NAUGATUCK — A zoning decision Wednesday has paved the way for a renewable chemistry startup to move operations to the Naugatuck Industrial Park.
P2 Science gained approval from the Zoning Commission Wednesday to build a 400-square-foot accessory building next to the 27,000-square-foot former Hospital Marketing Services building at 162 Great Hill Road.
The company, which emerged out of Yale University’s Center for Green Chemistry and Green Engineering, has developed a new process to convert natural materials into ingredients for flavors and fragrances, according to Operations Manager Ed Ogle.
They need the new building with 40-foot high ceilings to house some special equipment that won’t fit in the existing building.
P2 Science plans to lease the property from O&G Industries, which would purchase the property from its current owner.
Ogle said the chemical processing should produce no emissions, with only a small amount of material in the building at any given time. He said there will also be containment procedures to ensure anything spilled doesn’t get outside the building.
Over the next three years, Ogle said he expects the company to grow from its present staff of eight to 20 to 30 employees.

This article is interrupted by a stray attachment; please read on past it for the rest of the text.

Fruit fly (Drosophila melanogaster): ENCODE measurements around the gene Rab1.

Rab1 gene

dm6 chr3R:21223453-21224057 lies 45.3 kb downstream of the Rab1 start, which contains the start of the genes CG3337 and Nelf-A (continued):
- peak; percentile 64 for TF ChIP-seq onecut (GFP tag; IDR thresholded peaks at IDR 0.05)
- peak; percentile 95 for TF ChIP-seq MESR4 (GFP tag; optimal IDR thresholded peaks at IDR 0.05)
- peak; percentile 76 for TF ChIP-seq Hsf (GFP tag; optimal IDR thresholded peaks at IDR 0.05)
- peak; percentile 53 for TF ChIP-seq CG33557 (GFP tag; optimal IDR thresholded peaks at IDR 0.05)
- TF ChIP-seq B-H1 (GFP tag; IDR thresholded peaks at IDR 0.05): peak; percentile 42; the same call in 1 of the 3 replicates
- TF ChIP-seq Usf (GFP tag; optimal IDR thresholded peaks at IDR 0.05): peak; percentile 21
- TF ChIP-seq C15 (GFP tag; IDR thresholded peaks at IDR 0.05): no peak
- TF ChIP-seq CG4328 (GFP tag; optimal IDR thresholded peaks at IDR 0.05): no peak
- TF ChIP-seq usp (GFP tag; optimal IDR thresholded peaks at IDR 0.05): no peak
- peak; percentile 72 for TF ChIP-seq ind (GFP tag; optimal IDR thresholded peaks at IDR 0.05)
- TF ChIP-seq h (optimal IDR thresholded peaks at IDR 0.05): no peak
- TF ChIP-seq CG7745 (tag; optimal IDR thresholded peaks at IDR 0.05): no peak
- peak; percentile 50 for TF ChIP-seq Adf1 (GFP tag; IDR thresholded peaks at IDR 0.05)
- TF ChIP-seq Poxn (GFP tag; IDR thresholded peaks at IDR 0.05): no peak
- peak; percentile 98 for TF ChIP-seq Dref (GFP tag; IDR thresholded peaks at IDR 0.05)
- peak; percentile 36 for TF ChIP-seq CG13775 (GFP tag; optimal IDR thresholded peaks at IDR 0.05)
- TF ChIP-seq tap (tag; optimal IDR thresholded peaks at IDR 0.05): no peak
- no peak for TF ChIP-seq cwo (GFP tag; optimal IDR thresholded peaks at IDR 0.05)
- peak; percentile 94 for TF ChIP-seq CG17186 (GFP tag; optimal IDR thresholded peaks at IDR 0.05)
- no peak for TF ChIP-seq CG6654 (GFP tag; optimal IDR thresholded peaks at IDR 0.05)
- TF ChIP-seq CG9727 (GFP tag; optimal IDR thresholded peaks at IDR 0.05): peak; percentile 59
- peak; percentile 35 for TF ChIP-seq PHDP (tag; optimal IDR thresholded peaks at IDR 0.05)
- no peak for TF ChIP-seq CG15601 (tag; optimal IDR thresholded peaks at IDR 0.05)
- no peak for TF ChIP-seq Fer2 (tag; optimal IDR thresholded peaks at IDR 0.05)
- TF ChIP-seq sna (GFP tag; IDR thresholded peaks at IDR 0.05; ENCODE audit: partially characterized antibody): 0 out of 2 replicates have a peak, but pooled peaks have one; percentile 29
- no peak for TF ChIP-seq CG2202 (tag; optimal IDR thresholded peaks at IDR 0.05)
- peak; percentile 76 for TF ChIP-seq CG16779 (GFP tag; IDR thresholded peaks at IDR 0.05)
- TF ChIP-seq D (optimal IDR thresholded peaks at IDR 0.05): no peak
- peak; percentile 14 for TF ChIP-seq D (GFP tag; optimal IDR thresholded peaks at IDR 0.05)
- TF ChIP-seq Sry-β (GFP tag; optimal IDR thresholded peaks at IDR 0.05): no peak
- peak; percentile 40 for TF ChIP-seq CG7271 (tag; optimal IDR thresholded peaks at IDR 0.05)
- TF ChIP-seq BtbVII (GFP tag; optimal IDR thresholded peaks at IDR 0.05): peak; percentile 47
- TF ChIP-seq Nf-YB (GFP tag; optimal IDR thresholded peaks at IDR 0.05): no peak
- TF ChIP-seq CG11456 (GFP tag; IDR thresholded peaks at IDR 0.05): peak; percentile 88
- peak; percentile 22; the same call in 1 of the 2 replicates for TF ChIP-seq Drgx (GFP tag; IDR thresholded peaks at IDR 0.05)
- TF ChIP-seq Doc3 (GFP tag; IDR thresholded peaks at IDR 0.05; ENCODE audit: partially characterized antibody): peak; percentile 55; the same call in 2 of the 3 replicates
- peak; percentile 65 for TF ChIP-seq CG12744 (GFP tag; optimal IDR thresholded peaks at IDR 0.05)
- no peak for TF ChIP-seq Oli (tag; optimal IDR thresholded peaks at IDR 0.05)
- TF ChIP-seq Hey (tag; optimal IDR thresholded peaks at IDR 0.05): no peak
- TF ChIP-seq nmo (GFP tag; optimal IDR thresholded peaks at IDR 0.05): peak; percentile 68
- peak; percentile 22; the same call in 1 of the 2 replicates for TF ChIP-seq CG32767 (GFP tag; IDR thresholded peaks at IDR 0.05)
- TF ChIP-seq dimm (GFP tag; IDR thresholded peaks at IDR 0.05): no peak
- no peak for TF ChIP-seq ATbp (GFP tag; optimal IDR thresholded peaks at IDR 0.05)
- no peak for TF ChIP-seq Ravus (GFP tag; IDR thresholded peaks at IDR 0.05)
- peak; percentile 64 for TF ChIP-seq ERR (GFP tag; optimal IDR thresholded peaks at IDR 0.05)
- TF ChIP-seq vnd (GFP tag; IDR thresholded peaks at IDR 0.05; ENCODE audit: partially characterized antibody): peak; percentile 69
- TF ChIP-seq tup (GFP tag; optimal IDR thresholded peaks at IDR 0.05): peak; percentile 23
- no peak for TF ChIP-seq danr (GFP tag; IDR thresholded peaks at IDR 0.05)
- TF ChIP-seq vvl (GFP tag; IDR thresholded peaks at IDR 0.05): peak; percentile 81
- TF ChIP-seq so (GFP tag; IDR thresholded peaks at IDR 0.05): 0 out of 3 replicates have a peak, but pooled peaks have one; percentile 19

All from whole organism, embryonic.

“It will take us a while to build up the business,” Ogle said.
Chief Science Officer Patrick Foley said the company, which he co-founded with Yale Professor Paul Anastas, started in an incubation space off Yale’s campus in 2011 and opened a lab and offices in Woodbridge in 2015.
Until now, the company has been working on research and product and process development, partnering with an Italian engineering company to perfect and patent the process, according to CEO Neil Burns.
This year, the company secured two new investors, BASF Ventures and Xeraya, who provided close to $9.55 million in capital to get into the manufacturing stage.
The company will eventually sell aroma ingredients to big companies like IFF and Givaudin to be used in shampoos, laundry detergent, soap, perfume, after shave and similar products.
The raw materials come from vegetable oils and terpenes from the forest industry, Burns said.
He said the company hopes to have the lease and purchase wrapped up by December, start getting its equipment in early next year and start production in the fourth quarter next year.
Burns said P2 Science chose the building because it was a good standalone building close to New Haven.
“We’re psyched. It’s a big step for us,” Burns said. “We love the location. We love the town here. We love the building.”